We just got back from a trip. Nothing beats travel for realizing how little you can get by with. A single suitcase for clothing and a backpack for “toys” are adequate for most adults (although all bets are off when it comes to a camping trip or traveling with young children and their gear). We pack essentials. Due to limitations, whether suitcase or trunk space or overhead bin, we pare our belongings. What will the weather be like at our destination? What variety of activities will we be participating in: formal events, sightseeing or beach combing? Are there things that will give me a sense of “home away from home”?
Afterwards, we get home and look around. Homecoming reveals days’ worth of accumulated mail. The chores left undone as we hurried out the door didn’t magically get completed while we were away. Work went on and now we are in catch-up mode. Incessant messages require answers and we have no excuses for ignoring them or postponing. The pause that refreshed morphs into frazzle mode with tasks compounded. Laundry, grocery shopping and resuming our normal schedule, It all seems too much and almost better to have skipped the vacation.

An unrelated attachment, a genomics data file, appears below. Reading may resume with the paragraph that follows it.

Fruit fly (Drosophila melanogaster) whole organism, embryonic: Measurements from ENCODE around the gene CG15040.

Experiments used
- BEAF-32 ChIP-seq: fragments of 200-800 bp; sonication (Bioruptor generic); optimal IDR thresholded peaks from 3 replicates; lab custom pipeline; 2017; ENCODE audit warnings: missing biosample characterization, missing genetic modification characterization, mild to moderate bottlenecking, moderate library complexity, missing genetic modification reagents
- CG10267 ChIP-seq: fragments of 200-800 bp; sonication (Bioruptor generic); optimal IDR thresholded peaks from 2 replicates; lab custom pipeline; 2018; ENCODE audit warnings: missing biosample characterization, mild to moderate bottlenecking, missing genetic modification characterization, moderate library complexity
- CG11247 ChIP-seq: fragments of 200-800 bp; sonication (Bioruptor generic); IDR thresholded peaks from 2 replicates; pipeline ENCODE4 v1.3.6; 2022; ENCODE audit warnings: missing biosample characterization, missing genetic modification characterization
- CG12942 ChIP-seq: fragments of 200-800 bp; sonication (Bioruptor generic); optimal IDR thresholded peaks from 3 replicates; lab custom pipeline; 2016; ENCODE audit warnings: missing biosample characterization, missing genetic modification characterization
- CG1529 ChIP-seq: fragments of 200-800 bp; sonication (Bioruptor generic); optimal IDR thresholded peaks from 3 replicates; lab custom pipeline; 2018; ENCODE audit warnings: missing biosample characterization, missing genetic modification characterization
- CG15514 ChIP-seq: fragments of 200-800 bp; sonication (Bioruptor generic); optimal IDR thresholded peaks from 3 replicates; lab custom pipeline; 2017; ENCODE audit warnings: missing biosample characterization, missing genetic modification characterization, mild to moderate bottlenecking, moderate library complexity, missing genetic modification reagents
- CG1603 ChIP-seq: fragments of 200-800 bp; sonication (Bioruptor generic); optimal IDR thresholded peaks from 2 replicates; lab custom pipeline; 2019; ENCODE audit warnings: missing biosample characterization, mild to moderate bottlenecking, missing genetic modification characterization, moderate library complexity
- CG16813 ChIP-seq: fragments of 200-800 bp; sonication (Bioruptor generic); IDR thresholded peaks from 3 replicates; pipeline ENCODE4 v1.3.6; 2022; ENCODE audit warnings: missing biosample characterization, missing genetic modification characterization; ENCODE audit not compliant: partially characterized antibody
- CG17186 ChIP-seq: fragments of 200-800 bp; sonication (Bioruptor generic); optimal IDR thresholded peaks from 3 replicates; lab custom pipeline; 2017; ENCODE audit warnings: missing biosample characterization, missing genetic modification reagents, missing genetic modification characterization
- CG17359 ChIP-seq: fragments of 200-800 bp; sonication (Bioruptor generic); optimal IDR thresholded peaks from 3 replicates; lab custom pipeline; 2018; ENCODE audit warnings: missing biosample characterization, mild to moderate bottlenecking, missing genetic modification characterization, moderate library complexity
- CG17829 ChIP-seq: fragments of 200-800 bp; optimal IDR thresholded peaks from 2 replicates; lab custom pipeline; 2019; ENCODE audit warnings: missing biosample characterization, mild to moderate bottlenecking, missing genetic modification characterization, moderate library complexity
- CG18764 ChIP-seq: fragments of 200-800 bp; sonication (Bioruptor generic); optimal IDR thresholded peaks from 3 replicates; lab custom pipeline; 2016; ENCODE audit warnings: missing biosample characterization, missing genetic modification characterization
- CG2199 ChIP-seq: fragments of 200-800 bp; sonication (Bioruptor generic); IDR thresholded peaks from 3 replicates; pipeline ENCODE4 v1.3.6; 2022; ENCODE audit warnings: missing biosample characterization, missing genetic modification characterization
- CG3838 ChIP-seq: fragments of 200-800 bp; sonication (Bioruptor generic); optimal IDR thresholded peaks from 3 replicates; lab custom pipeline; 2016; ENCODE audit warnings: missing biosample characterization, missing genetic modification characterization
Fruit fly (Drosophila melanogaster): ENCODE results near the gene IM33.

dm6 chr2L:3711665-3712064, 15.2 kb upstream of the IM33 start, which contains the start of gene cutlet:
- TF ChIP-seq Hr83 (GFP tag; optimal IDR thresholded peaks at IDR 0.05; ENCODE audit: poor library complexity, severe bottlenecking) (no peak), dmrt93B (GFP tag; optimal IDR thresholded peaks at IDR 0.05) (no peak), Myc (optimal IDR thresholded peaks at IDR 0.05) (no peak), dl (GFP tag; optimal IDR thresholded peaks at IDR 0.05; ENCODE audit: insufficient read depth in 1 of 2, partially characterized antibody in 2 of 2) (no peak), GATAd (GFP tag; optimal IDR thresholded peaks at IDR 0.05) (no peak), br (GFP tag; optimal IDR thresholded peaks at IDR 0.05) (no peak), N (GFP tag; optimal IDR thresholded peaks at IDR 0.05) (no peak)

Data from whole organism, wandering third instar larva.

How much stuff do we really need? What things adds value and what is just clutter requiring storage, organization and that tricky part: retrieval? Are these items life-giving? Does this feed my spirit? With a burst of self-reflection spurred by the perspective and opportunity of visiting a new place, here are some suggestions for traveling lightly through life.
Have an attitude of gratitude for all that you have in your life. Some people would love to have our problem of too much.
Be aware. Make deliberate decisions about saving, spending and acquiring, perhaps with an emphasis on spending on relationships and experiences. Figure out what is enough.
Live within your means. Don’t spend more than you earn.
Annual income twenty pounds, annual expenditure nineteen six, result happiness.
Annual income twenty pounds, annual expenditure twenty pound ought and six, result misery. –Charles Dickens
Buy what you what you need and can afford. Paying off debts opens up options. Revolving credit will leave your bank account dizzy. A borrower is beholden to the lender. A good deal is not such a deal if you don’t have a use for an item. “Someday” is not the time frame for using it.
Don’t measure yourself by what others have or try to keep up with the fictional Jones’s. Compare to yourself and win.
Make due. If you have an adequate roof over your head and a means for getting to places you need to go, do you need a new home or car?
Live lightly. It’s not just for traveling. Some day starts today.
© Joan S Grey, 10 Nov 2015